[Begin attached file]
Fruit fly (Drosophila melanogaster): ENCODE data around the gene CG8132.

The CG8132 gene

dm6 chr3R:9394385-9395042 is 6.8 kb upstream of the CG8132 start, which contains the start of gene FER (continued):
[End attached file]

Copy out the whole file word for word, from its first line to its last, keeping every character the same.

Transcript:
Fruit fly (Drosophila melanogaster): ENCODE data around the gene CG8132.

The CG8132 gene

dm6 chr3R:9394385-9395042 is 6.8 kb upstream of the CG8132 start, which contains the start of gene FER (continued):